The other Army of God: Israel’s Orthodox infiltrate military
Beirut - Major-General Gadi Eizenkot, the creator of the so-called Dahiya doctrine, which espouses indiscriminate attacks on Lebanese civilians aimed at deterring Hezbollah, was sworn in as chief of the general staff of Israel’s armed forces on February 16th.
That was the good news. In the run-up to the selection of the Jewish state’s top soldier, political insiders said that Israeli Prime Minister Binyamin Netanyahu, a right-wing hardliner, favoured a former deputy chief of staff, retired Major-General Yair Naveh.
Naveh, an Orthodox Jew, may not have become chief of staff, the commander who determines the fighting efficiency of Israel’s military — the most powerful in the Middle East. But his fellow Orthodox are systematically taking command positions throughout the military and intelligence services, which since 1948 have largely been dominated by the secular Labour-leaning kibbutz generation.
Indeed, the developments reflect the extent to which the right wing has eclipsed the Labour-led left, changing the face of Israel and its worldview, something that could have dangerous consequences in a region undergoing potentially cataclysmic changes.
“This is no longer Israel,” historian Benny Morris lamented recently. “A profound internal, existential crisis has arrived.”
Left unchecked, the steady Orthodox infiltration of the military, rank-and-file as well as the officer corps and especially elite combat units, may well ensure that no Israeli political leader will ever be able to return to the Palestinians the land conquered in 1967, and that more wars over Palestine lie ahead.
Naveh became deputy chief of staff in October 2010, the first Orthodox Jew to reach the military’s top echelon. He’s identified with the political right. Like Netanyahu, it advocates strong military action against Iran’s nuclear programme, a strategy that has put Netanyahu at odds with his military and intelligence chiefs, as well as the United States.
In 2006, when Naveh was head of the Central Command, which covers the occupied West Bank, he was challenged by junior officers over an assassination order he issued that they said violated Supreme Court guidelines.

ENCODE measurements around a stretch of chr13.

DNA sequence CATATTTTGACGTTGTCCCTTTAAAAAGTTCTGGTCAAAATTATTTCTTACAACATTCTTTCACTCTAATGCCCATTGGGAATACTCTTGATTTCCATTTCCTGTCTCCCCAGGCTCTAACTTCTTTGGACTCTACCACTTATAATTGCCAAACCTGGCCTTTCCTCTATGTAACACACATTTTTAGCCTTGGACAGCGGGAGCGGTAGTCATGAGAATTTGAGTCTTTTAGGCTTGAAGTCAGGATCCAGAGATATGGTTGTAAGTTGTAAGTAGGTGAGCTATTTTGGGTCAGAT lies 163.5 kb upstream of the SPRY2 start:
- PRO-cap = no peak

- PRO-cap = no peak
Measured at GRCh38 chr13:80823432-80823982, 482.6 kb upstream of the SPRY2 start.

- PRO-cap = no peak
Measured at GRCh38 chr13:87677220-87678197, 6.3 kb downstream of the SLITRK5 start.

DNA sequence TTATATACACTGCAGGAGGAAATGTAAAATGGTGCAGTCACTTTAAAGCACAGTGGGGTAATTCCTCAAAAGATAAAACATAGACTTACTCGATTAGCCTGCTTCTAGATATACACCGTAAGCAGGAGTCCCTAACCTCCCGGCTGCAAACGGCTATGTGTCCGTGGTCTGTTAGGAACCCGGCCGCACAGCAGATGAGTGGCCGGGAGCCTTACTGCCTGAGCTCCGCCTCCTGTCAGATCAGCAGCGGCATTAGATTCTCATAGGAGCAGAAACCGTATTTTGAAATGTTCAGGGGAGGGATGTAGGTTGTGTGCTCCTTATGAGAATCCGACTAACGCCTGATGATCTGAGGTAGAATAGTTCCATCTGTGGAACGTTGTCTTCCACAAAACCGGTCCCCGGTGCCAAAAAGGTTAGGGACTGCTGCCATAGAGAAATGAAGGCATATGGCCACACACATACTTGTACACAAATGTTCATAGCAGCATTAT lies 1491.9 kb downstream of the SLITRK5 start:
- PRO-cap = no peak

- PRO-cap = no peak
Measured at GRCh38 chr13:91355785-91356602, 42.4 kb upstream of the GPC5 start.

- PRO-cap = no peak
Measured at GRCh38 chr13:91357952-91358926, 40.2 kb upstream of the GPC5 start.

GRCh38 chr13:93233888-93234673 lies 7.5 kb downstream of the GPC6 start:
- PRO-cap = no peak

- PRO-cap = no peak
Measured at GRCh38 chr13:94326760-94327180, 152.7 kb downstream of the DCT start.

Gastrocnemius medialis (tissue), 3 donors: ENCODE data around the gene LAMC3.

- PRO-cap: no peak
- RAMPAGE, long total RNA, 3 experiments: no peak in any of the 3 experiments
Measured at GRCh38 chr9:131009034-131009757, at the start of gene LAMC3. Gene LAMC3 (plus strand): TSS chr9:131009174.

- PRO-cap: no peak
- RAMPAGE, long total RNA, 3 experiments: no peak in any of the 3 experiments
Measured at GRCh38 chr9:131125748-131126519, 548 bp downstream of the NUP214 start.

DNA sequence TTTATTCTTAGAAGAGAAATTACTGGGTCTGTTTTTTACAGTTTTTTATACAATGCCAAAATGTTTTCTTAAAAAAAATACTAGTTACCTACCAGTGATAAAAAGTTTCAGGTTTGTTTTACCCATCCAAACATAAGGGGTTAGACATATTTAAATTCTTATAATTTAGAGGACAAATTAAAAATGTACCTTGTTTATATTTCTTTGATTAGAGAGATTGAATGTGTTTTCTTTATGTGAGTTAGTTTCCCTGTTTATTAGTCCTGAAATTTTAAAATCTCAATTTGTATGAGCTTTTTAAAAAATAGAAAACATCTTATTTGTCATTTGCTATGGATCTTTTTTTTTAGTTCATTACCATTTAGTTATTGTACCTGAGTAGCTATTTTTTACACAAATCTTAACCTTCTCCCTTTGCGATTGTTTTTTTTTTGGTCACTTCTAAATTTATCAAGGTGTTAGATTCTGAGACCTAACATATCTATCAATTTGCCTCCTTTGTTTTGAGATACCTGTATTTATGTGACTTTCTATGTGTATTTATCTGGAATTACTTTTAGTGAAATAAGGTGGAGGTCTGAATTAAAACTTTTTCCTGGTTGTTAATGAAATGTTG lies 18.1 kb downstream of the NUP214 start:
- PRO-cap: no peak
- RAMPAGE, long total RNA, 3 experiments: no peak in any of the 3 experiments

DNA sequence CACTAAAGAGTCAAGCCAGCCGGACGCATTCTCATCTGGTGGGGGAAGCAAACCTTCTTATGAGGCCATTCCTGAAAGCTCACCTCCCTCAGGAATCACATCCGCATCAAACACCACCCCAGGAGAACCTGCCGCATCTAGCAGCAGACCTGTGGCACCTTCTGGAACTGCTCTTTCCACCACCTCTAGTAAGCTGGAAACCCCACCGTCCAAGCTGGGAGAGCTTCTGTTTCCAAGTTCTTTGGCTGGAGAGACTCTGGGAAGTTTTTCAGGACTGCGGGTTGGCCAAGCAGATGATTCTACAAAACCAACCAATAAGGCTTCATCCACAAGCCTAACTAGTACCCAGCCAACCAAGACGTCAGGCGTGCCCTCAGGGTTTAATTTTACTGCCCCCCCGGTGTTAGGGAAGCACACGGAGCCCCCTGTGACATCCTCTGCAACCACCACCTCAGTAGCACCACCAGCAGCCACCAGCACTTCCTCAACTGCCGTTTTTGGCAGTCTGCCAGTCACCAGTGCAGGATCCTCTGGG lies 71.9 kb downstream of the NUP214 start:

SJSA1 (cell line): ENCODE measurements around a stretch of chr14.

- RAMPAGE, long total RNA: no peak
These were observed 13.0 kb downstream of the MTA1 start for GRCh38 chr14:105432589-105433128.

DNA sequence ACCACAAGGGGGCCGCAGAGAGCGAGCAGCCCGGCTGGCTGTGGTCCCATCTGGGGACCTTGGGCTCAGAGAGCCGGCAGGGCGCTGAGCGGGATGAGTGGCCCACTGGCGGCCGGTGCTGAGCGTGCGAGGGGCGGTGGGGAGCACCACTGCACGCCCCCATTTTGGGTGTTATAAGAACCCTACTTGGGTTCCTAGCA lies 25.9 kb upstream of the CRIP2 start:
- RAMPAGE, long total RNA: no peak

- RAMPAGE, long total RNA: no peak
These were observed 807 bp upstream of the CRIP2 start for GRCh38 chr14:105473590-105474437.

In early 2011, the court ruled that Naveh was unfit to lead the army, even temporarily, when it was proposed he take over as interim chief of staff after a scandal-plagued contest eliminated the main contenders.
When the next change of command came in November, Netanyahu, who’s not supposed to be involved in such military matters, had to accept Eizenkot because the generals warned the prime minister he faced “an earthquake” within the army if the popular commander of the elite Givati Brigade was not appointed.
Had Naveh become the first Orthodox chief of staff, that would have meant two of the three top security posts in Israel were held by Orthodox Jews, the other being Yoram Cohen, director of the General Security Service, known as Shin Bet.
Political insiders say Cohen got the job because of intense pressure from the ultra-right religious settler movement, which refuses to surrender the West Bank.
Cohen’s chief of staff, Roni Alsheikh, is also fervently Orthodox and seen by some as his successor.
Security expert Richard Silverstein says the leadership of Israel’s security agencies “are, almost without exception, Orthodox nationalists. In some cases they’ve been settlers themselves.”
Amir Oren, an influential columnist and security specialist with the liberal Israeli daily Haaretz, observed: “The situation in Shin Bet …is worst of all, with three out its four senior officials coming from a religious background and radiating sympathy for a worldview that opposes diplomatic compromise that would involve the evacuation of settlements.
“Shin Bet’s leaders are recruiting and promoting in their own image and mid-level managers therefore see this as a model to emulate.”
The head of the foreign intelligence service, the Mossad, is a secular Jew, Tamir Pardo. He’s in the fifth year of an extended term and is expected to step down in the next few months, largely because he doesn’t get along with Netanyahu.
The leading candidate to replace him is another Orthodox, Yossi Cohen, a 30-year Mossad veteran who once ran spies across the Middle East. He served as national security adviser to Netanyahu, who appointed him head of Israel’s National Security Council in 2013.
Much of the army’s officer corps — up to 50% by some estimates — consists of men from hard-line religious groups.
Some army units, including key combat units in West Bank settlements, are almost entirely made up of religious soldiers.
With young secular Israelis less inclined to do military service, religious-nationalist schools are sending growing numbers of young people into the military. Many answer to extremist rabbis.
In 2009, the liberal Haaretz daily reported that the army rabbinate under its radical chief, General Avichai Rontzki, a hard-line settler with links to far-right extremists, had effectively taken over the role of the military’s Education Corps.
The Orthodox right’s influence in the military has reached such proportions that Israelis fear this deepening national split imperils the Jewish state itself, particularly if soldiers refuse orders to remove settlements to make way for a Palestinian state.